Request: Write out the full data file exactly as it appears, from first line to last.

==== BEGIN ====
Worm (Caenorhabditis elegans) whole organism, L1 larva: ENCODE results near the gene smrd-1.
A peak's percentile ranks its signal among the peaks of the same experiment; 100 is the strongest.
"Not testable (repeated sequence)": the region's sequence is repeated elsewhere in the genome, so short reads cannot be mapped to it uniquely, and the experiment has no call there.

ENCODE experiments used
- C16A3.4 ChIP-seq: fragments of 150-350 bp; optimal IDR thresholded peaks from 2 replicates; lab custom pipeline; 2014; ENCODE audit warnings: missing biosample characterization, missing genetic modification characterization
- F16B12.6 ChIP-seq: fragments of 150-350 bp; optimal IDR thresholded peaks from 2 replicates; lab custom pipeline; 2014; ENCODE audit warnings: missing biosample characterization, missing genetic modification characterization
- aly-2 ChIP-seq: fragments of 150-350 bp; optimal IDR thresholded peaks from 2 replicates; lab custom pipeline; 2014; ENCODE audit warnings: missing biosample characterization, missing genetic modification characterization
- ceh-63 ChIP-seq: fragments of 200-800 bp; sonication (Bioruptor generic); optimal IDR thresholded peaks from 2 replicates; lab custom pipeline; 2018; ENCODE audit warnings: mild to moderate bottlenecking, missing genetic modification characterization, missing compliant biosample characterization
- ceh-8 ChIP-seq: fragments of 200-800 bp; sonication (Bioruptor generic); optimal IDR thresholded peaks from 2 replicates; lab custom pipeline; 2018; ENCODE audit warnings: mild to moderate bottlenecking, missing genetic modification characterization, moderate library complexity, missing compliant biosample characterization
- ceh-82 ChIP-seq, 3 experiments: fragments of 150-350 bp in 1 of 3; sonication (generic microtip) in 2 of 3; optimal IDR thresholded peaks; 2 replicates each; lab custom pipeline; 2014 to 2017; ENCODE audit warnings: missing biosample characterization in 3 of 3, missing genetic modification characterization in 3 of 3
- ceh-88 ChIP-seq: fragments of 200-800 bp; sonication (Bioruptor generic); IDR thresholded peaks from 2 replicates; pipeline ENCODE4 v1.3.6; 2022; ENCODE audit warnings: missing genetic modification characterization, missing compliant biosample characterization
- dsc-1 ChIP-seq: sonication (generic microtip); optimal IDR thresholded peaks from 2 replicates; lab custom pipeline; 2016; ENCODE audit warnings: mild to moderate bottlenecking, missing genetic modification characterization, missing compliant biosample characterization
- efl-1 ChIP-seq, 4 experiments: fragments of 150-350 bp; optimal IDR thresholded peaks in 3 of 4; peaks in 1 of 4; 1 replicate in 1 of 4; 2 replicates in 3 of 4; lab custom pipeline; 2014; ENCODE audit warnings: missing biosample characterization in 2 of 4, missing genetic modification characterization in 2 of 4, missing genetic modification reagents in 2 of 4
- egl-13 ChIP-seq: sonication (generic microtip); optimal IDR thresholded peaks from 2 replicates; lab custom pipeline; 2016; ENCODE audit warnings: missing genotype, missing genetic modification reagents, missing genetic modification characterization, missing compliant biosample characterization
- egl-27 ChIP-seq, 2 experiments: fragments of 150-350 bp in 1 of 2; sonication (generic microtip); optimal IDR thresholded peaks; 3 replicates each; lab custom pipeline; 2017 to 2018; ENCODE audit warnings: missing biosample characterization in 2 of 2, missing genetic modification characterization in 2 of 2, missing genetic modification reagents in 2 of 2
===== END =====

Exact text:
Worm (Caenorhabditis elegans) whole organism, L1 larva: ENCODE results near the gene smrd-1.
A peak's percentile ranks its signal among the peaks of the same experiment; 100 is the strongest.
"Not testable (repeated sequence)": the region's sequence is repeated elsewhere in the genome, so short reads cannot be mapped to it uniquely, and the experiment has no call there.

ENCODE experiments used
- C16A3.4 ChIP-seq: fragments of 150-350 bp; optimal IDR thresholded peaks from 2 replicates; lab custom pipeline; 2014; ENCODE audit warnings: missing biosample characterization, missing genetic modification characterization
- F16B12.6 ChIP-seq: fragments of 150-350 bp; optimal IDR thresholded peaks from 2 replicates; lab custom pipeline; 2014; ENCODE audit warnings: missing biosample characterization, missing genetic modification characterization
- aly-2 ChIP-seq: fragments of 150-350 bp; optimal IDR thresholded peaks from 2 replicates; lab custom pipeline; 2014; ENCODE audit warnings: missing biosample characterization, missing genetic modification characterization
- ceh-63 ChIP-seq: fragments of 200-800 bp; sonication (Bioruptor generic); optimal IDR thresholded peaks from 2 replicates; lab custom pipeline; 2018; ENCODE audit warnings: mild to moderate bottlenecking, missing genetic modification characterization, missing compliant biosample characterization
- ceh-8 ChIP-seq: fragments of 200-800 bp; sonication (Bioruptor generic); optimal IDR thresholded peaks from 2 replicates; lab custom pipeline; 2018; ENCODE audit warnings: mild to moderate bottlenecking, missing genetic modification characterization, moderate library complexity, missing compliant biosample characterization
- ceh-82 ChIP-seq, 3 experiments: fragments of 150-350 bp in 1 of 3; sonication (generic microtip) in 2 of 3; optimal IDR thresholded peaks; 2 replicates each; lab custom pipeline; 2014 to 2017; ENCODE audit warnings: missing biosample characterization in 3 of 3, missing genetic modification characterization in 3 of 3
- ceh-88 ChIP-seq: fragments of 200-800 bp; sonication (Bioruptor generic); IDR thresholded peaks from 2 replicates; pipeline ENCODE4 v1.3.6; 2022; ENCODE audit warnings: missing genetic modification characterization, missing compliant biosample characterization
- dsc-1 ChIP-seq: sonication (generic microtip); optimal IDR thresholded peaks from 2 replicates; lab custom pipeline; 2016; ENCODE audit warnings: mild to moderate bottlenecking, missing genetic modification characterization, missing compliant biosample characterization
- efl-1 ChIP-seq, 4 experiments: fragments of 150-350 bp; optimal IDR thresholded peaks in 3 of 4; peaks in 1 of 4; 1 replicate in 1 of 4; 2 replicates in 3 of 4; lab custom pipeline; 2014; ENCODE audit warnings: missing biosample characterization in 2 of 4, missing genetic modification characterization in 2 of 4, missing genetic modification reagents in 2 of 4
- egl-13 ChIP-seq: sonication (generic microtip); optimal IDR thresholded peaks from 2 replicates; lab custom pipeline; 2016; ENCODE audit warnings: missing genotype, missing genetic modification reagents, missing genetic modification characterization, missing compliant biosample characterization
- egl-27 ChIP-seq, 2 experiments: fragments of 150-350 bp in 1 of 2; sonication (generic microtip); optimal IDR thresholded peaks; 3 replicates each; lab custom pipeline; 2017 to 2018; ENCODE audit warnings: missing biosample characterization in 2 of 2, missing genetic modification characterization in 2 of 2, missing genetic modification reagents in 2 of 2